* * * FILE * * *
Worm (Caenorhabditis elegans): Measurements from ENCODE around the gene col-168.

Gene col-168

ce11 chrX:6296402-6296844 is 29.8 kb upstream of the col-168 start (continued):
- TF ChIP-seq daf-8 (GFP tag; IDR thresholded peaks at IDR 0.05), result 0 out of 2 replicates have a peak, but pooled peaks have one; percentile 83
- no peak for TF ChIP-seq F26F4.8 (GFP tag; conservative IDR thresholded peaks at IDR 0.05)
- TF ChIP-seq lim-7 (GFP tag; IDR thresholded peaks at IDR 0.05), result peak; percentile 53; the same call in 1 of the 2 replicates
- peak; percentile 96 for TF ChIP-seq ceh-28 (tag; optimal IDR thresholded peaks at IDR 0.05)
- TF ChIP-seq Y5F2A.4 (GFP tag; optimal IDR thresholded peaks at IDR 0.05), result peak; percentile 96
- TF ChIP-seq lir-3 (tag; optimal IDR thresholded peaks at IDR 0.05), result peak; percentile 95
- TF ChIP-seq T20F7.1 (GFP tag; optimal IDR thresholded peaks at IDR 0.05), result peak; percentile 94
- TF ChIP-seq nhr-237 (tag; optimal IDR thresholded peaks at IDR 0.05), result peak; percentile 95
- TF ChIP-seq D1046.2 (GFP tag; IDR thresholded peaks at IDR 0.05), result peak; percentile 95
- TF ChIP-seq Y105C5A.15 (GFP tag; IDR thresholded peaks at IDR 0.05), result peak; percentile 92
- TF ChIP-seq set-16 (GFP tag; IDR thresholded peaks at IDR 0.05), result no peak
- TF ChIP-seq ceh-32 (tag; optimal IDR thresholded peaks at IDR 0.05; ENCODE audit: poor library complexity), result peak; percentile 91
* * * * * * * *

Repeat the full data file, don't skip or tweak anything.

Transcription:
Worm (Caenorhabditis elegans): Measurements from ENCODE around the gene col-168.

Gene col-168

ce11 chrX:6296402-6296844 is 29.8 kb upstream of the col-168 start (continued):
- TF ChIP-seq daf-8 (GFP tag; IDR thresholded peaks at IDR 0.05), result 0 out of 2 replicates have a peak, but pooled peaks have one; percentile 83
- no peak for TF ChIP-seq F26F4.8 (GFP tag; conservative IDR thresholded peaks at IDR 0.05)
- TF ChIP-seq lim-7 (GFP tag; IDR thresholded peaks at IDR 0.05), result peak; percentile 53; the same call in 1 of the 2 replicates
- peak; percentile 96 for TF ChIP-seq ceh-28 (tag; optimal IDR thresholded peaks at IDR 0.05)
- TF ChIP-seq Y5F2A.4 (GFP tag; optimal IDR thresholded peaks at IDR 0.05), result peak; percentile 96
- TF ChIP-seq lir-3 (tag; optimal IDR thresholded peaks at IDR 0.05), result peak; percentile 95
- TF ChIP-seq T20F7.1 (GFP tag; optimal IDR thresholded peaks at IDR 0.05), result peak; percentile 94
- TF ChIP-seq nhr-237 (tag; optimal IDR thresholded peaks at IDR 0.05), result peak; percentile 95
- TF ChIP-seq D1046.2 (GFP tag; IDR thresholded peaks at IDR 0.05), result peak; percentile 95
- TF ChIP-seq Y105C5A.15 (GFP tag; IDR thresholded peaks at IDR 0.05), result peak; percentile 92
- TF ChIP-seq set-16 (GFP tag; IDR thresholded peaks at IDR 0.05), result no peak
- TF ChIP-seq ceh-32 (tag; optimal IDR thresholded peaks at IDR 0.05; ENCODE audit: poor library complexity), result peak; percentile 91